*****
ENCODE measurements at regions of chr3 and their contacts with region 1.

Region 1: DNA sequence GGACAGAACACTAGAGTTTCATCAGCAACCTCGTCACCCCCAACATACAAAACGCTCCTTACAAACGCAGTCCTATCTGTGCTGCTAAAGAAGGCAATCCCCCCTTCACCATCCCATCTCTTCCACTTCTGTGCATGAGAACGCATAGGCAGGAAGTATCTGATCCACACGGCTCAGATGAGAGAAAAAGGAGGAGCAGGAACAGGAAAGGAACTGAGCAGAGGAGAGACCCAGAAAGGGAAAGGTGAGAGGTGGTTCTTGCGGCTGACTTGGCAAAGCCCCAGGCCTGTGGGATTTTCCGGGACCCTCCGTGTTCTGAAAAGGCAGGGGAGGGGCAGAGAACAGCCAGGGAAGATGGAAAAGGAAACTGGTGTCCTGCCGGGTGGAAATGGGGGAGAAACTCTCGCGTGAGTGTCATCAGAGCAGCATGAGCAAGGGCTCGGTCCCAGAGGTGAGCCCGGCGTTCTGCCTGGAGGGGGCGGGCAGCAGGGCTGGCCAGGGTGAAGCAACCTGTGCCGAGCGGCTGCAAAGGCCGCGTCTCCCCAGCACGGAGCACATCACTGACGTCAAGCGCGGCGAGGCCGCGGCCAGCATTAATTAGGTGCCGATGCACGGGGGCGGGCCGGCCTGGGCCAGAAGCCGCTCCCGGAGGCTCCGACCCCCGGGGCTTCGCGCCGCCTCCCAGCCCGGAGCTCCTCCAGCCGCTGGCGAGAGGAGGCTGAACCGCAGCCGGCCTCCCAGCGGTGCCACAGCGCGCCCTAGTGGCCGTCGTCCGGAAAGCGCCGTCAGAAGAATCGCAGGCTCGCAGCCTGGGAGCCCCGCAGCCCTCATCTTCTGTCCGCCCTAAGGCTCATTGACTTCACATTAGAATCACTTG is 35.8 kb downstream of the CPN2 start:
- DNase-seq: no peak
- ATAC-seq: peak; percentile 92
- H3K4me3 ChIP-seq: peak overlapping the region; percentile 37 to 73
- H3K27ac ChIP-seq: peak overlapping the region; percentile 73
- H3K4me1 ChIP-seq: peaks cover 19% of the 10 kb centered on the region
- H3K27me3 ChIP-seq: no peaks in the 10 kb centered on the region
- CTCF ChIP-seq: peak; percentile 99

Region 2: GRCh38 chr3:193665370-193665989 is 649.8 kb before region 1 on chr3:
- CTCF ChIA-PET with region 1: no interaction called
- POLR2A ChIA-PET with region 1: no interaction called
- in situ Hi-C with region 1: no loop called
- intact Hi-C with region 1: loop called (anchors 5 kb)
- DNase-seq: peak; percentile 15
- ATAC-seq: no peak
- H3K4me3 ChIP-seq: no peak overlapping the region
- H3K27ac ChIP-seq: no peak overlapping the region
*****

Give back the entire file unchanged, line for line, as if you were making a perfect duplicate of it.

ENCODE measurements at regions of chr3 and their contacts with region 1.

Region 1: DNA sequence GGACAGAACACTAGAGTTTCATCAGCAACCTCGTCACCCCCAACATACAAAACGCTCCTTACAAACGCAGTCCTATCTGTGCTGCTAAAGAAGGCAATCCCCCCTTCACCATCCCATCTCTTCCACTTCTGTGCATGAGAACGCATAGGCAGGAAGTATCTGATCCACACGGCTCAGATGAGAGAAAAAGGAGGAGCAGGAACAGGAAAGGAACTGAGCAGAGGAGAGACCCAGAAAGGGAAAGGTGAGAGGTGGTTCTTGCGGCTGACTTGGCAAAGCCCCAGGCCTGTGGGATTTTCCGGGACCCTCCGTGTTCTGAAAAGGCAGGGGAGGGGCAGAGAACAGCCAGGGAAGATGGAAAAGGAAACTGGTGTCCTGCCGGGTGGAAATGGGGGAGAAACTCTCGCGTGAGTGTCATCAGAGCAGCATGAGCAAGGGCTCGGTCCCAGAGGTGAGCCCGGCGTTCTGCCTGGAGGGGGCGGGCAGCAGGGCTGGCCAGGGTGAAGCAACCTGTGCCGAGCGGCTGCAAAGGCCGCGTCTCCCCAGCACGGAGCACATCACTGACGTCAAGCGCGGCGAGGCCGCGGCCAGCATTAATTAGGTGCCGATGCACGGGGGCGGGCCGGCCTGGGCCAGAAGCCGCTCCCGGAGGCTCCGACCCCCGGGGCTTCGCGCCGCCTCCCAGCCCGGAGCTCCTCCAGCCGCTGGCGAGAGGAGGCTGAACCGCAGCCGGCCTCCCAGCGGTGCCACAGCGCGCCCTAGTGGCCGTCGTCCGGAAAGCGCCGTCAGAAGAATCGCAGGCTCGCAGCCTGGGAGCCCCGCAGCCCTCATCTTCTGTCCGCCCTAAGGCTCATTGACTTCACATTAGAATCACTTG is 35.8 kb downstream of the CPN2 start:
- DNase-seq: no peak
- ATAC-seq: peak; percentile 92
- H3K4me3 ChIP-seq: peak overlapping the region; percentile 37 to 73
- H3K27ac ChIP-seq: peak overlapping the region; percentile 73
- H3K4me1 ChIP-seq: peaks cover 19% of the 10 kb centered on the region
- H3K27me3 ChIP-seq: no peaks in the 10 kb centered on the region
- CTCF ChIP-seq: peak; percentile 99

Region 2: GRCh38 chr3:193665370-193665989 is 649.8 kb before region 1 on chr3:
- CTCF ChIA-PET with region 1: no interaction called
- POLR2A ChIA-PET with region 1: no interaction called
- in situ Hi-C with region 1: no loop called
- intact Hi-C with region 1: loop called (anchors 5 kb)
- DNase-seq: peak; percentile 15
- ATAC-seq: no peak
- H3K4me3 ChIP-seq: no peak overlapping the region
- H3K27ac ChIP-seq: no peak overlapping the region